In 1996, despite "already straining under the load of its debt-ridden and failing acquisitions," AHERF negotiated a plan to acquire six more hospitals in the Philadelphia area that were owned by the Graduate Health System ("GHS"). Amended Complaint ¶ 22. The Committee contends that the GHS hospitals were already losing millions of dollars every month. Amended Complaint ¶ 23. While pursuing the GHS hospitals, AHERF also acquired five hospitals in the Greater Pittsburgh market including four hospitals that made up the Forbes Health System and Allegheny Valley Hospital. Amended Complaint ¶ 26. The acquisition of the GHS and Pittsburgh area hospitals added $282 million of under-secured bond debt to the AHERF System's consolidated balance sheet. Amended Complaint ¶¶ 25 & 26. The Committee also avers that AHERF, in the latter half of the 1990's, purchased the practices of hundreds of primary care physicians practicing in the Philadelphia and Pittsburgh markets which produced "staggering losses" to the AHERF System. Amended Complaint ¶ 21.

CL was retained by AHERF to audit AHERF's consolidated financial statement for the fiscal year 1996, and to audit the separate financial statements of AGHOG, DVOG and the Allegheny Integrated Health Group. PwC's SUMF ¶ 64. CL was also retained by AHERF to audit AHERF's consolidated financial statement for the fiscal year 1997, but not the separate financial statements of the obligated group affiliates. Id. CL was required to conduct the audits in accordance with generally accepted accounting standards ("GAAS") and other professional standards. Comm's SUMF ¶ 63.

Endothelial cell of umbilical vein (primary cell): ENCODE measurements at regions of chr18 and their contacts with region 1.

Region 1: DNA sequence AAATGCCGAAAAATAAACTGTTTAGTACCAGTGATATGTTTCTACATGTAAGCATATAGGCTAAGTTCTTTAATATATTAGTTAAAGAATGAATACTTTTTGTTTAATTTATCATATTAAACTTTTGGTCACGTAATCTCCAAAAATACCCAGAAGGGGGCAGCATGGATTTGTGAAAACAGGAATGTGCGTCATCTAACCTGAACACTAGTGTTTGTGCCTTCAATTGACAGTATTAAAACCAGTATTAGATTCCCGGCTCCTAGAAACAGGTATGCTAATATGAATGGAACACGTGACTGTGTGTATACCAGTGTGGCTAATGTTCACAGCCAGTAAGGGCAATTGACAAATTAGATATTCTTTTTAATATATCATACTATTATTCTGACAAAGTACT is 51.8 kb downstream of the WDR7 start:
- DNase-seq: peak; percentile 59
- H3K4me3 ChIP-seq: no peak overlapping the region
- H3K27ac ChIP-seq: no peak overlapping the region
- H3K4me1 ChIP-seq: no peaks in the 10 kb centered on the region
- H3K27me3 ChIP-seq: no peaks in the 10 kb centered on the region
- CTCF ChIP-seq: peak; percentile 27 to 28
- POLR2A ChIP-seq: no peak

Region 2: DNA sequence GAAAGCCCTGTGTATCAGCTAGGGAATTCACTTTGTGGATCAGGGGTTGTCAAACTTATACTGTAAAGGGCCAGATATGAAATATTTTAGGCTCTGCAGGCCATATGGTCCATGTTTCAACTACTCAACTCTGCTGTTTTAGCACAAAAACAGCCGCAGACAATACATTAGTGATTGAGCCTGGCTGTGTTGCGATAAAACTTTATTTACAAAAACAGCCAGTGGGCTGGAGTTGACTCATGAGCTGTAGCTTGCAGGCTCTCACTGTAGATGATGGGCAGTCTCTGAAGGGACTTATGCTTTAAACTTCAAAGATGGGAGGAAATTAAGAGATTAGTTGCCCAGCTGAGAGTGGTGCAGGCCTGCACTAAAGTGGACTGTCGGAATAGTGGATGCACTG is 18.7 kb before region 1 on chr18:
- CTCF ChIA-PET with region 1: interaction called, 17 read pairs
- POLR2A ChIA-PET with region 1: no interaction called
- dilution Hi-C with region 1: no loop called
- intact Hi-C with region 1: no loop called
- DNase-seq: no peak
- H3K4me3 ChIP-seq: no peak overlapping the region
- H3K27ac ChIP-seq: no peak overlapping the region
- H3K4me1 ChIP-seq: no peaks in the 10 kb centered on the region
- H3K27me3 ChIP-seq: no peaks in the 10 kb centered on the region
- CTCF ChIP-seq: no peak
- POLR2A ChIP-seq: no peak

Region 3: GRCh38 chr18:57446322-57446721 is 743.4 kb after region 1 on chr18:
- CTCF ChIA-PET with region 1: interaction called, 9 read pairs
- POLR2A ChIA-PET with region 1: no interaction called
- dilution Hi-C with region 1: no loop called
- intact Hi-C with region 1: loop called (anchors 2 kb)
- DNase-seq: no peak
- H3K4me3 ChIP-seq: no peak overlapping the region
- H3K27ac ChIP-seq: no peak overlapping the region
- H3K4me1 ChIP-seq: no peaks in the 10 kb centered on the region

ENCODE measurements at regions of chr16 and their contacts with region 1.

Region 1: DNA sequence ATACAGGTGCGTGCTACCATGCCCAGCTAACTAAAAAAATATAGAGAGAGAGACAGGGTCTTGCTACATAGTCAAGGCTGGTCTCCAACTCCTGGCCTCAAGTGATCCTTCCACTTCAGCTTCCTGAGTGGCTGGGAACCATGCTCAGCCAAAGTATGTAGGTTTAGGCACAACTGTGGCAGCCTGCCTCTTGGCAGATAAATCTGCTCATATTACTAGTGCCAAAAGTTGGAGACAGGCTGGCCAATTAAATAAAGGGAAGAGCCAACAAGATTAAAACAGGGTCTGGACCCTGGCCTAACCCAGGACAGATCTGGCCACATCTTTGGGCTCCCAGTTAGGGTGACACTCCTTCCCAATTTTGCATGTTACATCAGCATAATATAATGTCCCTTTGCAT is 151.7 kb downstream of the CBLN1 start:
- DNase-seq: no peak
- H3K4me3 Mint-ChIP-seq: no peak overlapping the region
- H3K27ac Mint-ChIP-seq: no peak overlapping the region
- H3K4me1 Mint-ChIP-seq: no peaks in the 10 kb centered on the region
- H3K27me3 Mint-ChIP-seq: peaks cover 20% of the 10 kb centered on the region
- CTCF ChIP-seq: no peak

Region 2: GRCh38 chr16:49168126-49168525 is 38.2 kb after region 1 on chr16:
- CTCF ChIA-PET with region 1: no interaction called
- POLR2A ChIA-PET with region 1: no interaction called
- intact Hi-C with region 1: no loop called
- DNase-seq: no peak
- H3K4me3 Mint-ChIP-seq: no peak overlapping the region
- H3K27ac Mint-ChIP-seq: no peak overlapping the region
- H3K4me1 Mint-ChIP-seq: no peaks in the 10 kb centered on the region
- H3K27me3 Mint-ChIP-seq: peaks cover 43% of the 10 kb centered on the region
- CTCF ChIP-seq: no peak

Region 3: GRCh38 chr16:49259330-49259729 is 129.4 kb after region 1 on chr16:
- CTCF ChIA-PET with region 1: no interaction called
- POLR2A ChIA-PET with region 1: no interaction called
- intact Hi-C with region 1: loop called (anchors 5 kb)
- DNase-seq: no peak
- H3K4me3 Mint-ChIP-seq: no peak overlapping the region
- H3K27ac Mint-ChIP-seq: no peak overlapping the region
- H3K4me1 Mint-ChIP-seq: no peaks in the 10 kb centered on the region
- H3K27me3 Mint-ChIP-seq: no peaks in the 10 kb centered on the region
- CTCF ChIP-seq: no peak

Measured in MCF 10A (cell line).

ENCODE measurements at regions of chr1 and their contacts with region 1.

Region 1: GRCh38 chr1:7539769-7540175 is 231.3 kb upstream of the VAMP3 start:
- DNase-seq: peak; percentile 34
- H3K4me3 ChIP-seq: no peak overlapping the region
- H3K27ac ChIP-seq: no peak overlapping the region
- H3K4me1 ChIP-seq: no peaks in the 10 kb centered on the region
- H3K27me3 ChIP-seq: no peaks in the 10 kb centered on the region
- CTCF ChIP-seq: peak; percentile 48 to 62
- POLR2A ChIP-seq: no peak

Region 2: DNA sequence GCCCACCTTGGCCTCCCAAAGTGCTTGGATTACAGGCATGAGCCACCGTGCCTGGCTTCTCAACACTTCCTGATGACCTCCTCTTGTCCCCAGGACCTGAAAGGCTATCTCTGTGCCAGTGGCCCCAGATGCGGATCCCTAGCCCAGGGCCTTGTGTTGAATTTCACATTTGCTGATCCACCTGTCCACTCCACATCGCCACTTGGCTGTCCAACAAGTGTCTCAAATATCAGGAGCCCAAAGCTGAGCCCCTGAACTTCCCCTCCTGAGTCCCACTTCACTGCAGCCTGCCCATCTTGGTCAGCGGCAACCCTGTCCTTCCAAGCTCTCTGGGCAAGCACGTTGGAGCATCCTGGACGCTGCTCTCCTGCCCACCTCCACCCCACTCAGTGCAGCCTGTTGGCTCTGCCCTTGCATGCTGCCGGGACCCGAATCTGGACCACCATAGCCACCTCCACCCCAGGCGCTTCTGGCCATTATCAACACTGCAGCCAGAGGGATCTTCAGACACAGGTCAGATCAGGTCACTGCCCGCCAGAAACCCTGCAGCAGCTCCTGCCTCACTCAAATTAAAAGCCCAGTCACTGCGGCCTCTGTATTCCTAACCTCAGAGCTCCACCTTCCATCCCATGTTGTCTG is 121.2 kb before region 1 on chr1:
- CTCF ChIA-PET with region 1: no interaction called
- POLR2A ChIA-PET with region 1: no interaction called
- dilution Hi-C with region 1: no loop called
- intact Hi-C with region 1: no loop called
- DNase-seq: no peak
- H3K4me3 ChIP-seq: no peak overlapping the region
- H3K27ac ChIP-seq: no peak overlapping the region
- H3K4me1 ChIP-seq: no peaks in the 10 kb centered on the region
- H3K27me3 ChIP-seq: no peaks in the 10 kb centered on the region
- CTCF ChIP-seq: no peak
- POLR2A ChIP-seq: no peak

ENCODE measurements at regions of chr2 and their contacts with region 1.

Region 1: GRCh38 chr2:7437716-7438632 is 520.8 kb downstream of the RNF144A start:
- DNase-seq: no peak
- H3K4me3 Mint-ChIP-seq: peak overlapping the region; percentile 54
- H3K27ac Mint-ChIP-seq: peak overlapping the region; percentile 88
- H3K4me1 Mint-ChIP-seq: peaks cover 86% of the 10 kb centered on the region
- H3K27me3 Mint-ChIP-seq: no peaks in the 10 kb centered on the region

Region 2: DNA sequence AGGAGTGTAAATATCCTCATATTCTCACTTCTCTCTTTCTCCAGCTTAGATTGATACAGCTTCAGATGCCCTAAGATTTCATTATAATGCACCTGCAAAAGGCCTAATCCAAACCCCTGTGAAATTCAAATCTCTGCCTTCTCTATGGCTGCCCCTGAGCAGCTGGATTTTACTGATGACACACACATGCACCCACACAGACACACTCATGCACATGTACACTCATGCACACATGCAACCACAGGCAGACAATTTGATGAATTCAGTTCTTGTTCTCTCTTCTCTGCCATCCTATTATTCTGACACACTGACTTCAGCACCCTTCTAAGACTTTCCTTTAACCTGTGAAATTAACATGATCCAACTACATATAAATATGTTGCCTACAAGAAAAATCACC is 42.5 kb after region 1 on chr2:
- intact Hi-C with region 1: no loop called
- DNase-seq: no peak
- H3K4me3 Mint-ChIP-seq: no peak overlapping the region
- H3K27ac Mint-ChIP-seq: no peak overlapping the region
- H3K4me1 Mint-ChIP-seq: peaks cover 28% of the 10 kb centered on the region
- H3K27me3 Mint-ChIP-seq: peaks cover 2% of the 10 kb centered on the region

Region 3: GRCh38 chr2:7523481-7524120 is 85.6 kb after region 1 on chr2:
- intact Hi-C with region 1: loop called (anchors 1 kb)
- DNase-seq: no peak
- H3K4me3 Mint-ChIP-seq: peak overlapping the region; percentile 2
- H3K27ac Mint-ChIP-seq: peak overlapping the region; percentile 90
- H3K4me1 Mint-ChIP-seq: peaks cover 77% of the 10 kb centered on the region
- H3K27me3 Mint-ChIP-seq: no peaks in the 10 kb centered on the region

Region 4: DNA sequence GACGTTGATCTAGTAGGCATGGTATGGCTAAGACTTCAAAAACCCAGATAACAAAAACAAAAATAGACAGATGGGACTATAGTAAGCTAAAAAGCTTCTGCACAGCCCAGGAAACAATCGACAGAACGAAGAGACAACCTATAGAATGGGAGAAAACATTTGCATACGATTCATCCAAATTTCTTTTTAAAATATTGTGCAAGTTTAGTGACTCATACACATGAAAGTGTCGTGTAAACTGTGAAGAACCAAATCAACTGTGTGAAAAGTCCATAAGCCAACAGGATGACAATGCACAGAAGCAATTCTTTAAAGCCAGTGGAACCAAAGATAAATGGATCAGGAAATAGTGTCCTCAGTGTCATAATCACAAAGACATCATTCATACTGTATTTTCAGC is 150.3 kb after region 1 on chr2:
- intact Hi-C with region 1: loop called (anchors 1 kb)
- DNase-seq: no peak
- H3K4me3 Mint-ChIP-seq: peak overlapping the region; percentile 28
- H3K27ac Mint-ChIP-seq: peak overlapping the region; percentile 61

The 1996 and 1997 engagement letters executed by CL and AHERF with regard to the audits provided, inter alia:

REPRESENTATION FROM MANAGEMENT

At the conclusion of the audits, AHERF management will provide to [CL] a representation letter for each respective report that . . . will confirm management's responsibility for the preparation of the financial statements in conformity with generally accepted accounting principles, the availability of financial records and related data, the completeness and availability of all minutes of the Board and committee meetings, management's responsibility for the entity's compliance with laws and regulations, the identification and disclosure to the auditor of all laws and regulations that have a direct and material effect on the determination of financial statement amounts and, to the best of their knowledge and belief, the absence of irregularities involving management or those employees who have significant roles in the control structure.

PwC's SUMF ¶ 66; PwC's Appendix at Tabs 51 & 52.

The Committee contends that CL violated numerous core auditing standards which caused AHERF's statements of operations and balance sheets for fiscal years 1996 and 1997 to be materially misstated. Comm's SUMF ¶¶ 256 & 257. Specifically, the Committee claims that AHERF's audited statement of operations overstated net income by more than $90 million in 1996 and by more than $150 million in 1997, turning positive net income into losses of approximately $80 million in 1996 and $130 million in 1997. Comm's SUMF ¶ 257. Further, AHERF's balance sheet overstated unrestricted net assets by more than $80 million in 1996 and more than $240 million in 1997. Id.